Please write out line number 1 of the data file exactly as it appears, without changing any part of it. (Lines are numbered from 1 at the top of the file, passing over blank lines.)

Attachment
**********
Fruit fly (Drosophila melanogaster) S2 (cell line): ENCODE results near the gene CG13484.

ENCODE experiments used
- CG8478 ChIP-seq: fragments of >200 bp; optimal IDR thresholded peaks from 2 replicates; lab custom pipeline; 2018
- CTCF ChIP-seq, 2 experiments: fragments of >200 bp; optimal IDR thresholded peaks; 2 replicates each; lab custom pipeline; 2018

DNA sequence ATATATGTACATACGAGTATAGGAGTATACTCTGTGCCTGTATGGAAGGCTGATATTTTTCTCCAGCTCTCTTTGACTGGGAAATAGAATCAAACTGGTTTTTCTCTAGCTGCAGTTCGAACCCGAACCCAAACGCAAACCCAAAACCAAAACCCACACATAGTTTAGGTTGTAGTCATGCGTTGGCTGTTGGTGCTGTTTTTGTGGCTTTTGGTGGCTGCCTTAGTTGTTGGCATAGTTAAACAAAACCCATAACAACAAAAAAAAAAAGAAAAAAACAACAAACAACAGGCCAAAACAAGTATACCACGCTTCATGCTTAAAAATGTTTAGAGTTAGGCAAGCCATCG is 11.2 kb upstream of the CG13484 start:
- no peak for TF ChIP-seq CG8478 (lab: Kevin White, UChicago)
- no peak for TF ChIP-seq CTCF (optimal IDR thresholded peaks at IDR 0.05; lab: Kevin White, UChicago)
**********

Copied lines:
Fruit fly (Drosophila melanogaster) S2 (cell line): ENCODE results near the gene CG13484.